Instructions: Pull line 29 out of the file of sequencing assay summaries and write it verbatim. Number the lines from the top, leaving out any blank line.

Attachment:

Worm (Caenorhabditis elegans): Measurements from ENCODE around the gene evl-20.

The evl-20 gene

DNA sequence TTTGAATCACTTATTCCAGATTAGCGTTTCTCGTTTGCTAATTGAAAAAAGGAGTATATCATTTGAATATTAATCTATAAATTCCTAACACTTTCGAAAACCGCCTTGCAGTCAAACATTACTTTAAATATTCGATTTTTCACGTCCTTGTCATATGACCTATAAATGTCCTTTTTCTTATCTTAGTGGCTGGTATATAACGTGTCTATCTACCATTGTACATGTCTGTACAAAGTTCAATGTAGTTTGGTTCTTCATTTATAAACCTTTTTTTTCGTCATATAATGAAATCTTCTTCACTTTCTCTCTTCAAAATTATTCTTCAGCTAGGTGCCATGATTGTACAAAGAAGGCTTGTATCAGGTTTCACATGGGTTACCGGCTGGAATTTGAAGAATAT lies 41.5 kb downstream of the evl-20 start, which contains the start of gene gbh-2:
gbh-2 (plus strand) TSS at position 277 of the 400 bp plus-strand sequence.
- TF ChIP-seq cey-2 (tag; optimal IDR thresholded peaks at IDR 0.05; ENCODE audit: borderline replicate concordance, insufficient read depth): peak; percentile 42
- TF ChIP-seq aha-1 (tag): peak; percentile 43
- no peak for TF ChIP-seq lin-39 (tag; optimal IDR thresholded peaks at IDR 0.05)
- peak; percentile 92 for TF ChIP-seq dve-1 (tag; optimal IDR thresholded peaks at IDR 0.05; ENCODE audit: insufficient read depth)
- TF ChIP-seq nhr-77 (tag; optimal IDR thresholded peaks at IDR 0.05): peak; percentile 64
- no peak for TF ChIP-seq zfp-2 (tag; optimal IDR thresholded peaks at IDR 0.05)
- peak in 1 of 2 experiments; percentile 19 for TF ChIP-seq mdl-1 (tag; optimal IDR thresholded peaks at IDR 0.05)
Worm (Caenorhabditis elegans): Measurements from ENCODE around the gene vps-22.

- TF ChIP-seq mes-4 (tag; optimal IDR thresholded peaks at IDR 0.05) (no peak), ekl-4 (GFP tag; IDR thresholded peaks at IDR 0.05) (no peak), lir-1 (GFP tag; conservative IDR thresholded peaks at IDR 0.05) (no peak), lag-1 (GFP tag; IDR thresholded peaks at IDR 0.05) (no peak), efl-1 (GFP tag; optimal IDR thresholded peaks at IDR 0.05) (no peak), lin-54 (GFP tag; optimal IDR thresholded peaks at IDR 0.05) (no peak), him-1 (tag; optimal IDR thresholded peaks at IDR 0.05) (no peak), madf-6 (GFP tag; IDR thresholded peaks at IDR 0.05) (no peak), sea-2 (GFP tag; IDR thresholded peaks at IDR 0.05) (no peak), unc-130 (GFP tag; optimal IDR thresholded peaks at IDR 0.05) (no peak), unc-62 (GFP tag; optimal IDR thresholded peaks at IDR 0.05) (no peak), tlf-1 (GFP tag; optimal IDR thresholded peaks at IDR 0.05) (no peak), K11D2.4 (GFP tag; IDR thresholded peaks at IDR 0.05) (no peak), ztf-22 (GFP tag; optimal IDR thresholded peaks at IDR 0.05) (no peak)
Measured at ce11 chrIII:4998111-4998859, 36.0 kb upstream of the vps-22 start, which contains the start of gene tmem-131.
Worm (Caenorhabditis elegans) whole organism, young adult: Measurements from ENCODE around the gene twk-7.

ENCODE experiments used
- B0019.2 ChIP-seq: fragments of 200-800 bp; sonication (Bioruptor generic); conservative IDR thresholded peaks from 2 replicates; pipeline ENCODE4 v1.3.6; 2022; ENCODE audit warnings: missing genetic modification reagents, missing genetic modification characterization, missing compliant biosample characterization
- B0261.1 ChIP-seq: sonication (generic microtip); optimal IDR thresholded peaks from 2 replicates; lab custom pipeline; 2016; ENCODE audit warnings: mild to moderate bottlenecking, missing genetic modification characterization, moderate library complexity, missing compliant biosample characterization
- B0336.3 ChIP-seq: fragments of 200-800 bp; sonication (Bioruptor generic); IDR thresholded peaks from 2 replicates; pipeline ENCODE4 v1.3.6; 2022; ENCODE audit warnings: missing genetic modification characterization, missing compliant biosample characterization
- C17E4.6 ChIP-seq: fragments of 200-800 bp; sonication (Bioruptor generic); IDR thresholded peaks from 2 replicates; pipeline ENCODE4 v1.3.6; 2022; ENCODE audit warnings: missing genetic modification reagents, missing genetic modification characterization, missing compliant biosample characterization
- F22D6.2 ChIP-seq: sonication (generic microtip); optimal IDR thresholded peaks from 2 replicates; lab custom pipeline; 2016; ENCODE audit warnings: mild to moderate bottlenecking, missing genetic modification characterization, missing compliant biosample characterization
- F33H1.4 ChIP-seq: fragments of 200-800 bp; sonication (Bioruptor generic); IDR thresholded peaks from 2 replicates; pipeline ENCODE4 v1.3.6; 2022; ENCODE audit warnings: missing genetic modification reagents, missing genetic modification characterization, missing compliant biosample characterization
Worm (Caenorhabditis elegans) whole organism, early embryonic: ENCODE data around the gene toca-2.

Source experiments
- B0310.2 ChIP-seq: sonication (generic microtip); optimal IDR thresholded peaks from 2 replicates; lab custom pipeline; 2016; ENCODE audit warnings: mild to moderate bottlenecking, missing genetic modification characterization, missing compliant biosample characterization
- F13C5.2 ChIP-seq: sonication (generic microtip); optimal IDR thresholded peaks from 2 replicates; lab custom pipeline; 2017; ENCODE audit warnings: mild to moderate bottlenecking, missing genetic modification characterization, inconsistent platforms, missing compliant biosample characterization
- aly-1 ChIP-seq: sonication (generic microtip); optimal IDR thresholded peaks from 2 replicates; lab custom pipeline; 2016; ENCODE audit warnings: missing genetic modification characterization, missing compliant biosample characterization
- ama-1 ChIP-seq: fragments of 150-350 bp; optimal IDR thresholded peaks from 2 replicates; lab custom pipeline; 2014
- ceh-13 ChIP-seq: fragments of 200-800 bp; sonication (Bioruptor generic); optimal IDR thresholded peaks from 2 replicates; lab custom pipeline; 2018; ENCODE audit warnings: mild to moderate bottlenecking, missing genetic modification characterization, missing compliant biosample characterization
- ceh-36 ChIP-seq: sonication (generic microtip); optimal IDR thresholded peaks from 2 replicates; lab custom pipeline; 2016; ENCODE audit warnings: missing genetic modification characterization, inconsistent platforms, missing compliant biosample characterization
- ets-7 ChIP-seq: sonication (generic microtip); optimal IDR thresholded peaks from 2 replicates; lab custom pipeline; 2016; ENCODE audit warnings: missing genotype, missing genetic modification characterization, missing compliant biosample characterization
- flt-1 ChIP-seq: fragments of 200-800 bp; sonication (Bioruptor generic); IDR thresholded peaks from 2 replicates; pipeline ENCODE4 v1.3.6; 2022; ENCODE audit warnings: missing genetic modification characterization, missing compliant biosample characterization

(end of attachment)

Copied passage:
- ceh-13 ChIP-seq: fragments of 200-800 bp; sonication (Bioruptor generic); optimal IDR thresholded peaks from 2 replicates; lab custom pipeline; 2018; ENCODE audit warnings: mild to moderate bottlenecking, missing genetic modification characterization, missing compliant biosample characterization